Your debt-to-income ratio, or DTI, is the percentage of your monthly income that's already spoken for by outstanding debt agreements. If you owe too much (and have too high a DTI), a mortgage lender could decide that you are a risky borrower.

That can result in a higher interest rate on your refi loan. 

To better your chances of a lower mortgage refinance interest rate, spend some time reducing your DTI (if you can). This can be done in one of two ways: eliminating some debt or earning more money. If you can accomplish both before applying for your mortgage refi, even better.

Speak to a mortgage refinance expert today who can help advise you. 

4. Check your credit report for errors

According to the FTC, more than one-fifth of American adults have an error on their credit reports. Depending on what that error is, it could potentially impact your credit score and, in turn, the interest rate you're offered on your refi.

Be sure to request a credit report so you know exactly what's being reported to credit agencies.

Once you get each report, look through it carefully for errors. These could include:

  • Accounts that you don't recognize
  • Duplicate accounts or balances
  • Payments marked late, which were actually made on time
  • Incorrect balances or credit limits
  • Incorrect dates
  • Names or addresses that don't belong to you
  • Open accounts that were closed, or vice versa
  • Hard inquiries that you never requested or approved

If you do find an error, reach out to the creditor and/or the reporting agency to file a dispute. 

A single erroneous late payment could dock your credit score by tens of points, and even result in a higher mortgage refi interest rate… so be sure to look carefully for any and all mistakes.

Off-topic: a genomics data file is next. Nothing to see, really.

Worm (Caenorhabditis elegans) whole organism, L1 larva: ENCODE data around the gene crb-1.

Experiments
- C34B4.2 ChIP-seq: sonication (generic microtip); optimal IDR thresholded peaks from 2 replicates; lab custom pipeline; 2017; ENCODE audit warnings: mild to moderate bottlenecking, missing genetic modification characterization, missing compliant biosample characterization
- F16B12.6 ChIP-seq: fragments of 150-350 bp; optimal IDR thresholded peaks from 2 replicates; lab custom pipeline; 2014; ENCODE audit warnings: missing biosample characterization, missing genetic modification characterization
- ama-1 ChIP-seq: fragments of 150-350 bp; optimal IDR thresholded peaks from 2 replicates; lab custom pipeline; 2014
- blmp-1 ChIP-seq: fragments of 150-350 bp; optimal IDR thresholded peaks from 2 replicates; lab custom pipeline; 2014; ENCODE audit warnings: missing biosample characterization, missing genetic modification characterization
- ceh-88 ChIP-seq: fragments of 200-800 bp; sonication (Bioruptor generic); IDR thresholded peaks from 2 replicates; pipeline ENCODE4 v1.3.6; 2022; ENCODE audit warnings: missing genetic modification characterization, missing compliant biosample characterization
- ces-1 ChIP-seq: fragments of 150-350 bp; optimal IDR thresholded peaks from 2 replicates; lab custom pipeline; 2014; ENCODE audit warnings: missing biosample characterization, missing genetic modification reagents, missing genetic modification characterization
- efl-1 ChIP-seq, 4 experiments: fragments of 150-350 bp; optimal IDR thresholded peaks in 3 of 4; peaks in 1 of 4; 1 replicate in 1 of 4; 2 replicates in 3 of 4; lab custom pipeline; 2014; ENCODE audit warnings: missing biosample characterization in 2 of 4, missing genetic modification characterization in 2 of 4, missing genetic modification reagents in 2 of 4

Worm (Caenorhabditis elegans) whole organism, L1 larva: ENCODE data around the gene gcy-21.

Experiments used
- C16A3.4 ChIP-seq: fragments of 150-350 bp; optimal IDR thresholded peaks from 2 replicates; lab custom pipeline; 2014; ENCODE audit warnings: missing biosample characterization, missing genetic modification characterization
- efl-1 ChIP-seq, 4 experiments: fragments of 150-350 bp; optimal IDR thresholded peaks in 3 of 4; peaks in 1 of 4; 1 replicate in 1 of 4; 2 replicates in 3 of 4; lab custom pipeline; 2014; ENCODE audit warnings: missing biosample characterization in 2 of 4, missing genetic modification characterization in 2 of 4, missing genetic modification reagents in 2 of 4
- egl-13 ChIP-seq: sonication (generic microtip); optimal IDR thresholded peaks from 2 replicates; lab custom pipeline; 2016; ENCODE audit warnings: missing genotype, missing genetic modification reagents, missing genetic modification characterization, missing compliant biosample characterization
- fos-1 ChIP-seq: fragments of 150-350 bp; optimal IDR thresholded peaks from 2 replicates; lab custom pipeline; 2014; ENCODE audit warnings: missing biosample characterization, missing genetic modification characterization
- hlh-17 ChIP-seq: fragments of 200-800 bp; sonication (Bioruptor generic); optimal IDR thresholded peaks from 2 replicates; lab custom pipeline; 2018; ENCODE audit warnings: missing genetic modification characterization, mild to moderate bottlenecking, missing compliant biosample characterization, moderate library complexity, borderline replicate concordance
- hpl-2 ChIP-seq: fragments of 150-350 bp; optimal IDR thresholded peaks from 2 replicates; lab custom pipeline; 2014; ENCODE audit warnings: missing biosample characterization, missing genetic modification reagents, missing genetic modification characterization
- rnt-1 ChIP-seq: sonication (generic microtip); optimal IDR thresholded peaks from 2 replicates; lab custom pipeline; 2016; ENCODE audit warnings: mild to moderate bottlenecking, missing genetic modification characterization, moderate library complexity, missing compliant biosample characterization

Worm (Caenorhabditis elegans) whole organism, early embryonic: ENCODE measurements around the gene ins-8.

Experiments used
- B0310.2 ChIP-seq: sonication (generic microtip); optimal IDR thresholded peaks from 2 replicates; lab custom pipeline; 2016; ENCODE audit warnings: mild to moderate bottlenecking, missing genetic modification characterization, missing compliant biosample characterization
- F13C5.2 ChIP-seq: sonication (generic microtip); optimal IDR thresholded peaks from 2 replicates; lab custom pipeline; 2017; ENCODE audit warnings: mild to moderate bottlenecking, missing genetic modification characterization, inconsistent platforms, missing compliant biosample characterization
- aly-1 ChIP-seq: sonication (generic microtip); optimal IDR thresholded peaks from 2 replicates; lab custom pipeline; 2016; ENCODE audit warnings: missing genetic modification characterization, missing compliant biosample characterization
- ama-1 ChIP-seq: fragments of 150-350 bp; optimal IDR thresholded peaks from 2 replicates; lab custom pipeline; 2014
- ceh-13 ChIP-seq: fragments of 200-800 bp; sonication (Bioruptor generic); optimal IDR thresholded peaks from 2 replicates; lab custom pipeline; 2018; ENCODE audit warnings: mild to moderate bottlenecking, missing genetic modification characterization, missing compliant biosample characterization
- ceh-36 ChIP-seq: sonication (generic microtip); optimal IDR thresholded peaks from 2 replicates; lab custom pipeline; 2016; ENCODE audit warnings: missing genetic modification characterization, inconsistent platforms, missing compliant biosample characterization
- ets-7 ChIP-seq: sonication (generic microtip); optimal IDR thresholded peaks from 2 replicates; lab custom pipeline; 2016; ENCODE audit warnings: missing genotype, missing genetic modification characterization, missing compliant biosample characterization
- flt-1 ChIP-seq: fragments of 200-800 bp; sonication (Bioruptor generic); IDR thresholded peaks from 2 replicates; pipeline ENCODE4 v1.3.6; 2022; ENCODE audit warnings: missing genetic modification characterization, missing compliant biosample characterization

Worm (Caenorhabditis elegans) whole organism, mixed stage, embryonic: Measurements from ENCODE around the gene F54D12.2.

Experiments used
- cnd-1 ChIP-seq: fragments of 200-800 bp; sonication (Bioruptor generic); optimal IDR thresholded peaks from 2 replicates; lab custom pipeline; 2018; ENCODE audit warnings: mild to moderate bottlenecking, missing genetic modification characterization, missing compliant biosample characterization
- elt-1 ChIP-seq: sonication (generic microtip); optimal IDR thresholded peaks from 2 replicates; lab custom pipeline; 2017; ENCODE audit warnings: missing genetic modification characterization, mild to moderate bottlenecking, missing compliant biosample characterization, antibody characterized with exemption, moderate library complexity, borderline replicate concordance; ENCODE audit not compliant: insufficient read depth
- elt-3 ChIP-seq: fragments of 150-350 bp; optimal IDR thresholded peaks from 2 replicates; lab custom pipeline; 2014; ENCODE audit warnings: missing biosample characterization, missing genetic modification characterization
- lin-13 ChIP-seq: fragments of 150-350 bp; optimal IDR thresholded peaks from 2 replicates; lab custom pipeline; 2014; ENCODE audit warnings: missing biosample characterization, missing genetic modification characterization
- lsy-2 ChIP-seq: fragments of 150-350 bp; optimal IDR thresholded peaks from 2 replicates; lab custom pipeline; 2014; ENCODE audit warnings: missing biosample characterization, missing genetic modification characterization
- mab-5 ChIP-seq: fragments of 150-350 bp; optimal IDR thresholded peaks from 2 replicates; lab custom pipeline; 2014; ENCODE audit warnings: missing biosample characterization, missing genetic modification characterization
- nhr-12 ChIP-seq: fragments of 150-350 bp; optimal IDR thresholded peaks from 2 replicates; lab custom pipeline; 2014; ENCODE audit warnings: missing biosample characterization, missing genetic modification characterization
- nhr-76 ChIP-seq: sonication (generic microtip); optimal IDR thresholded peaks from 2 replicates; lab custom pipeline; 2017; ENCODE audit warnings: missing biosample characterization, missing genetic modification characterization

5. Increase your credit score

The higher your credit score, the easier it will be to qualify for a mortgage refinance loan and the better your chances of a lower interest rate. So, boosting your credit score can be a great first step when preparing for a refi.

We've already mentioned a few ways that you can increase your score (paying off debt, correcting errors, etc.). If you need more help, you can also do things like request a higher credit limit (which will lower your credit utilization) or ask a credit-conscious family member to add you to one of their cards as an authorized user.

Otherwise, increasing your credit score is just a factor of time. The longer you responsibly manage your accounts, the better your score will be — so make sure to time your mortgage application accordingly.

6. Avoid adding any new debt

Adding new debt to your credit report can dock your score and give potential new lenders pause. That's because new accounts will:

  • Increase your total debt burden
  • Increase your monthly debt obligation (and, in turn, your DTI)
  • Drop your average age of accounts
  • Add a new hard inquiry to your credit report

For these reasons, you should try to avoid applying for or opening any new accounts leading up to your mortgage refinance.

The bottom line

One great way to save money on your home is to lock in a lower mortgage refinance interest rate. The best rates are typically reserved for borrowers with the best credit histories and lowest risk profiles, so enhancing these factors can improve the rates you're offered.

While interest rates can only go so low on mortgage refinance loans, locking in the best rate available to you can help reduce your monthly payment, get you out of debt sooner, and lower the total cost of your home. So start exploring your mortgage refinance options here today or simply use the table below to check rates and eligibility.